Kikeru, the child of a priestess at the sacred temple of Knossos in ancient Crete, believes that the goddesses are laughing at him. They expect him to choose whether he is a man or a woman, when he’s both. They expect him to choose whether to be a husband to a wife, or a celibate priestess in the temple, when all he wants to do is invent things and be with the person he loves.
Unfortunately, that person is Rusa, the handsome ship owner who is most decidedly a man and therefore off-limits no matter what he chooses. And did he mention that the goddesses also expect him to avert war with the Greeks?
The Greeks have an army. Kikeru has his mother, Maja, who is pressuring him to give her grandchildren; Jadikira, Rusa’s pregnant daughter; and superstitious Rusa, who is terrified of what the goddesses will think of him being in love with one of their chosen ones.
It’s a tall order to save Crete from conquest, win his love, and keep both halves of himself. Luckily, at least the daemons are on his side.
Caution: The following details may be considered spoilerish.
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Kikeru was examining a moray eel skeleton when the hiss of urgent whispers sidled into his ear. He shook his head, hoping it would dislodge the sound, and turned the monstrous skull on his palm.
Two sets of jaws! If he insinuated his little finger into the mess of drying tendon and bone, he could push up a second set of teeth inside its mouth. So the first set sheared and the second seized the morsel and drew it further in? Was there an application for this mechanism in other areas? On a loom, perhaps, to secure the cloth while it was being rolled onto the overhead beam. Or on a ship to seize and tear the enemy’s sails?
“Once you get past the navy, there are no warriors worth the name. Just a bunch of whores and eunuchs.”
They were speaking in Achaean Greek. That was what made Kikeru attend at last—the difficulty and the challenge of working out what these two men were being so contemptuous about. He raised his head, closing his left hand over the skull with his finger still inside it. The inner teeth rewarded his prying by sinking deep into his hand and jarring against the knuckle. Pain rushed prickly up his spine.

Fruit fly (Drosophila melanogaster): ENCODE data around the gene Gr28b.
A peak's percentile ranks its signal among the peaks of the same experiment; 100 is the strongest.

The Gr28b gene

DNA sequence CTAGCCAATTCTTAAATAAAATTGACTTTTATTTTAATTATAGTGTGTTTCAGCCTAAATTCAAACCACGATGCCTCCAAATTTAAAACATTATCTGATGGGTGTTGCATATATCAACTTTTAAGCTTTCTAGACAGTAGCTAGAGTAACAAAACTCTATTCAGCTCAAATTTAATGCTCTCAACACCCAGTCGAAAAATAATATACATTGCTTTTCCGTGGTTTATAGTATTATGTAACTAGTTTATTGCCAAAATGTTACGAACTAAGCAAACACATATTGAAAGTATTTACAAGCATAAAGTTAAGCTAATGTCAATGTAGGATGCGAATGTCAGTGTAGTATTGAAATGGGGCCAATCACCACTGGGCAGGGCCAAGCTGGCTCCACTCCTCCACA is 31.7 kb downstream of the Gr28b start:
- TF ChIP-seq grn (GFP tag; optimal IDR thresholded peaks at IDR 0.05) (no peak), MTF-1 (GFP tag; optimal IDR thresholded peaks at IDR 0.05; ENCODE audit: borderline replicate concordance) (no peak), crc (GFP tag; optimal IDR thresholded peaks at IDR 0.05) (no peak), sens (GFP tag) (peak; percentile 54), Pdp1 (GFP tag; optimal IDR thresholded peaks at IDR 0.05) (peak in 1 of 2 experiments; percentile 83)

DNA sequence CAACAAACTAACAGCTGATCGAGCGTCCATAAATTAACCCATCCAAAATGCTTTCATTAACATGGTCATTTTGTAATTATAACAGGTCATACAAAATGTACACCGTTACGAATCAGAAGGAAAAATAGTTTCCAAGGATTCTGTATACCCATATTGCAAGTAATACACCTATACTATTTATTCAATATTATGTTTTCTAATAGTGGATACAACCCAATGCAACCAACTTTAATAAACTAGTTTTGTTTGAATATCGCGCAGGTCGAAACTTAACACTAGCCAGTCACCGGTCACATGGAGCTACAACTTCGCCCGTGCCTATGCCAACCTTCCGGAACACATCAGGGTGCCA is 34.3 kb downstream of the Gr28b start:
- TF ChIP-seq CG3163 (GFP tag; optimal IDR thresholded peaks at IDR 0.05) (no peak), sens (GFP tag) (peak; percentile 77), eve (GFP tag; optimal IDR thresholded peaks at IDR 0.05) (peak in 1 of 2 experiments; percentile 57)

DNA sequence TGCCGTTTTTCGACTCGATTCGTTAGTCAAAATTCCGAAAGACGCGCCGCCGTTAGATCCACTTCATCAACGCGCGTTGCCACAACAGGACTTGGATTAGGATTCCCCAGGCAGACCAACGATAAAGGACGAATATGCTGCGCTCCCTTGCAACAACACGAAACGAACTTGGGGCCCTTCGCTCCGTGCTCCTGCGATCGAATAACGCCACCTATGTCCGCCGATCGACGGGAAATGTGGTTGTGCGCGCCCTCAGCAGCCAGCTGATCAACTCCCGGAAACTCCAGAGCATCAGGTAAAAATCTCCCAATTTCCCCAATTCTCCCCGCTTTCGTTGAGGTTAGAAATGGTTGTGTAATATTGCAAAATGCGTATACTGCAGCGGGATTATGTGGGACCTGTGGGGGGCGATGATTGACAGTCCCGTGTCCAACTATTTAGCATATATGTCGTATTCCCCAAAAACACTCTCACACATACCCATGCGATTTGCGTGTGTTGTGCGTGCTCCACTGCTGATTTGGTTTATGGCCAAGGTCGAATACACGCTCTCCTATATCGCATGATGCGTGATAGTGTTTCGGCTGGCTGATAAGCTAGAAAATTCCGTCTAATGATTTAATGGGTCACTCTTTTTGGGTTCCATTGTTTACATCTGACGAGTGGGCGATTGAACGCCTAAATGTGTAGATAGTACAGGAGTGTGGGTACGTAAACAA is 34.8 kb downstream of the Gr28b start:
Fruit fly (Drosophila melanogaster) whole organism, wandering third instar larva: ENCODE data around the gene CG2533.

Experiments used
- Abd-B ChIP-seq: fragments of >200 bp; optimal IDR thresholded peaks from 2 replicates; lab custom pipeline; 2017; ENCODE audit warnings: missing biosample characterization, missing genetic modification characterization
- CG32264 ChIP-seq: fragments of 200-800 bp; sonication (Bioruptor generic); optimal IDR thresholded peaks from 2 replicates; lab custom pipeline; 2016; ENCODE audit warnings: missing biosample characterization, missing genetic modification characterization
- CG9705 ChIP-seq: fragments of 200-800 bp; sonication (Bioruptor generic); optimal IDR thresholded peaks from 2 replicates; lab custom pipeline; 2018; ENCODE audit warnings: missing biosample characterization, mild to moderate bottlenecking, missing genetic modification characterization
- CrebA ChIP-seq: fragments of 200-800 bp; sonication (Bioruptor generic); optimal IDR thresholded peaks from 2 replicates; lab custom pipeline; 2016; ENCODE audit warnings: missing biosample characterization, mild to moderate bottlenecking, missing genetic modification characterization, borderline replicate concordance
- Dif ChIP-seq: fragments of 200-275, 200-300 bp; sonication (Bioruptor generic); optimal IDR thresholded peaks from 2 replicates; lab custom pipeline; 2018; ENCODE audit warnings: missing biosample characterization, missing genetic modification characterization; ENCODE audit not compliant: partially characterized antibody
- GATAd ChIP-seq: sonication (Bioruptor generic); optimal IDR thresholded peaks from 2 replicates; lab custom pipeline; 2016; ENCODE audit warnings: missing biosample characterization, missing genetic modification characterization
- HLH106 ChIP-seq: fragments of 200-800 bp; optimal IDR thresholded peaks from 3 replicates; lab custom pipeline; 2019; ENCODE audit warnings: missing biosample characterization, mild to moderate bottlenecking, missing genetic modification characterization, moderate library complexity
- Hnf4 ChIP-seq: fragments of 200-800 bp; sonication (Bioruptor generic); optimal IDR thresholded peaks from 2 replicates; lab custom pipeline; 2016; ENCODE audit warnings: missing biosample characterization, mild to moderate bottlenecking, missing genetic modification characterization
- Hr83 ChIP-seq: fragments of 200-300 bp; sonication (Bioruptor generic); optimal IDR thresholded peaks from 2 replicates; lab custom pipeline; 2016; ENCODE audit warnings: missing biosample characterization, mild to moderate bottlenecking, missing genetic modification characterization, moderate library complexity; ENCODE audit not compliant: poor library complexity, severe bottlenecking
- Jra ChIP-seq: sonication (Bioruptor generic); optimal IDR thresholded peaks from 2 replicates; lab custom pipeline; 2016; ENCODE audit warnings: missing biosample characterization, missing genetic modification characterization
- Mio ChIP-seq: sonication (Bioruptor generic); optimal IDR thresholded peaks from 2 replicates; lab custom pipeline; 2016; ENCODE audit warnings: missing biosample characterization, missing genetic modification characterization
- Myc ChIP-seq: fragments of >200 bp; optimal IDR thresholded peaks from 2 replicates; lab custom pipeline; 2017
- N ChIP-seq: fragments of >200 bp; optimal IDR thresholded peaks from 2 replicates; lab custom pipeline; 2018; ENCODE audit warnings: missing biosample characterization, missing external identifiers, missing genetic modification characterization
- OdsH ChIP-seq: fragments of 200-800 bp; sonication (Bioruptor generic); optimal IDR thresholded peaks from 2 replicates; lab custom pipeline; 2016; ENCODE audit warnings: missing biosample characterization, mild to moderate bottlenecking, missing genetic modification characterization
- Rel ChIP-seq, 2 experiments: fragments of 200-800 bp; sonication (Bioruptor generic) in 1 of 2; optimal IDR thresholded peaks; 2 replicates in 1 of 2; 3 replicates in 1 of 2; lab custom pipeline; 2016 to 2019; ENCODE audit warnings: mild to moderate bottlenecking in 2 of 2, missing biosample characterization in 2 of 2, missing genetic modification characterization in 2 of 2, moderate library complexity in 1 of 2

Kikeru breathed silently, in, out, out again, forcing himself to relax. He was forever hurting himself on things. The surprise and sense of betrayal had worn off a long time ago. The discomfort was always reduced the less he allowed himself to be shocked.
“Getting past the navy is the difficult part,” the second speaker remarked.
The scent of dried kelp and drying tendon tasted salty on Kikeru’s tongue, and his stomach roiled, unsettled. What were the foreigners implying?
“But we,” the first voice insisted, “are already here. We are already past their ships.”
Kikeru had found the skeleton on the land side of a sand dune a short walk from Amphisos, the harbour of the great temple of Knossos. It had been lying there as though dropped from above by an unlucky eagle. Mostly fleshless, gleaming white as a belt of pearls. He’d been fascinated by the articulation of it, the ingenuity. The presence or absence of other people had not been on his mind. Most folk either knew him enough to disregard his foibles, or discerned something of the goddess’s gift about him and had the sense to leave him in peace.
None had so far found him entirely invisible, though. With a creeping sense that all was not right with this bright sparkling spring day he pulled himself out of his own head and looked for the Achaeans.